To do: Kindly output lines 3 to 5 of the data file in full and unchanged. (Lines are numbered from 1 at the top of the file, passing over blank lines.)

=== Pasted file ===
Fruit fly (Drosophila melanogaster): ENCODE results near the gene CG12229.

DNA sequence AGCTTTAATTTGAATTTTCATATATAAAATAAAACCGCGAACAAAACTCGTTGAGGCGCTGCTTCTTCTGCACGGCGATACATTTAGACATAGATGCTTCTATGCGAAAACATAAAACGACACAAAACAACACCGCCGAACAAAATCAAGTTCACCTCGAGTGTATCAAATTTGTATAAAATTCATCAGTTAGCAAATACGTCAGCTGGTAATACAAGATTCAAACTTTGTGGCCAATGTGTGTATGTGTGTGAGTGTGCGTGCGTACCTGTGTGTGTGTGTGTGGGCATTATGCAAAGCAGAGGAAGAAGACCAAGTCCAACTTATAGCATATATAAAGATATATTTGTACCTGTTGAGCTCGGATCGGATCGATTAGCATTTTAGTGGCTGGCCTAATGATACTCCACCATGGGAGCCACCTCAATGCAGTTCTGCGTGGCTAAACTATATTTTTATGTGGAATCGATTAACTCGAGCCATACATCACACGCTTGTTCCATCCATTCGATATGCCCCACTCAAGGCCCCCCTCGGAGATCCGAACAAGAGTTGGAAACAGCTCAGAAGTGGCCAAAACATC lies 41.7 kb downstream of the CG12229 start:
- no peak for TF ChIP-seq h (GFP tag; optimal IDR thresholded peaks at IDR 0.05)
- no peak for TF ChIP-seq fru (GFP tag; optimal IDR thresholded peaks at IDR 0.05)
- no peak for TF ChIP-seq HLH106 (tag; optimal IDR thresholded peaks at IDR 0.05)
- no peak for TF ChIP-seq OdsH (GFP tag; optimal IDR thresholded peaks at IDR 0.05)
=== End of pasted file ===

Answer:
- no peak for TF ChIP-seq h (GFP tag; optimal IDR thresholded peaks at IDR 0.05)
- no peak for TF ChIP-seq fru (GFP tag; optimal IDR thresholded peaks at IDR 0.05)
- no peak for TF ChIP-seq HLH106 (tag; optimal IDR thresholded peaks at IDR 0.05)